Feature: In the Studio with New English Ballet Theatre
Our contributor Rachel Elderkin – a professional dancer as well as a writer – spent some time in the studio recently with New English Ballet Theatre to take part in class, talk to the dancers and find out more about the opportunities available through this relatively young, modern ballet company. Founded in 2010, they are committed to the creation of new work and to supporting young artists in the first decade of their career – not just dancers, but musicians, designers and visual artists as well… So how did she get on?
New English Ballet Theatre’s Founder and Artistic Director Karen Pilkington-Miksa was struck by the number of talented arts graduates who, having given their life to their training, come out into an industry with very few jobs on offer. She felt that, all too often, many of these graduates ended up disappearing from their chosen industry. “We have world class institutions across dance, theatre and art – one of the main aims of this company is job provision for this generation of young graduates. Eventually we want to hire dancers for longer, so that we are able to really develop the company,” she says.
In establishing NEBT, it became apparent that there were also many dancers working in companies who wanted to choreograph and who didn’t get that opportunity. As a result, NEBT has become a choreography driven company, creating new, modern ballets performed – as much as possible – to live music. They also focus much of their work on female choreographers, (currently a much discussed topic in the dance world), with two of the five pieces in their latest programme Quint-essential choreographed by women (Daniela Cardim and Kristen McNally).
“We want to give these artists the opportunity to work and dance in London, perform in the theatres here and to be reviewed by the national press,” she says. “ It’s so helpful to dancers at the early stage of their career.” In this respect the company is a step towards helping young artists move forward with their careers. Performing in new works with NEBT, the company members get to dance in the kind of roles they would only have access to as a soloist in a large company. It’s an opportunity that seems to pay off. Previous company members have gone on to work in ballet companies both in the UK and internationally – including The Royal Ballet, Rambert, English National Ballet, Scottish Ballet, Dortmund Ballet and Sarasota Ballet (USA), amongst others.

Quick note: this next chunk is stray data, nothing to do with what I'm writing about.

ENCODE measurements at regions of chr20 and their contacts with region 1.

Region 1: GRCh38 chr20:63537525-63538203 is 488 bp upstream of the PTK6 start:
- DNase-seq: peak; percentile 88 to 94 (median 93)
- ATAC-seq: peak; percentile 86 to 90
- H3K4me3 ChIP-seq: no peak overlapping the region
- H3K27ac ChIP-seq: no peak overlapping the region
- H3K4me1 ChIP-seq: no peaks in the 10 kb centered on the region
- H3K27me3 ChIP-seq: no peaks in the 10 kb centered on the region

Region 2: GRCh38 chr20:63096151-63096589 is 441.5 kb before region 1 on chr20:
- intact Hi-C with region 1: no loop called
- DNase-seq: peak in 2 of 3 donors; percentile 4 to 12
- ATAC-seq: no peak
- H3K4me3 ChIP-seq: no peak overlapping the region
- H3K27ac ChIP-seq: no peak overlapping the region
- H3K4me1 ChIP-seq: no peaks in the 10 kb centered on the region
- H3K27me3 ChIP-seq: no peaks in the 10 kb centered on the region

A typical day for the dancers begins with class, then continues into rehearsals. If the choreographer is not present, a work will be run through under the direction of one of the creative team, such as Ballet Mistress Jessica Edgley. The rehearsal process continues after the creative period is over, so Edgley knows the works she must rehearse with the dancers in detail. On the day I spend with the company Jessica is rehearsing Kristen McNally’s new work, Moonshine. Her knowledge of the work ensures that the piece stays true to the choreographer’s intentions and, when we have a go at the choreography ourselves, this is clear in the precision with which she teaches us each movement and its corresponding count.
Dancing in a programme that consists of a number of works, each created by a different choreographer, can be a challenging process. The dancers have to learn to switch between styles, to go from the grounded movements of contemporary to neoclassical and traditional ballet technique. “It’s hard,” dancer Riccardo Rodighiero admits, “but it’s interesting to challenge yourself across different styles.”
Some days will involve shorter rehearsals on a number of pieces. “Last week we were rehearsing eight new pieces,”_dancer, A*lexandra Cameron-Martin* explains. _“It’s a challenge for our brains!”
“One day we had six fifteen minute rehearsals, one for each piece, before lunch,” continues dancer Alexander Nuttall. “It’s difficult switching from one thing to another but it’s a rewarding experience – we get to experience a massive diversity.”
On other days more time may be given to working with one choreographer. After lunch choreographer George Williamson rehearses with the male dancers in his new piece Strangers (pictured). A work about the end of a relationship between a man and woman, Williamson is using three dancers to represent each character, enabling him to show three different psychological identities. The work is still in its creative stage and, as Williamson works with the three male dancers, the second cast follow each movement he creates, and each correction he gives, in the background.
The young dancers of NEBT appear focused and committed. The company may still be relatively new but they are clearly keen to promote young dancers and provide them with the opportunities they need to develop as artists.
If you’re interested in joining the company, look out for notices about auditions, which happen once a year.
They are starting classes for children at the Lyric Hammersmith in January and are also planning a Summer Course for next year.
Quint-essential: Five New Works
The Peacock, 9 – 12 November
Rachel Elderkin is a freelance dancer and dance writer. She has written for a number of arts publications and regularly contributes to The Stage, Fjord Review and British Theatre Guide. Twitter: @Rachel_Elderkin
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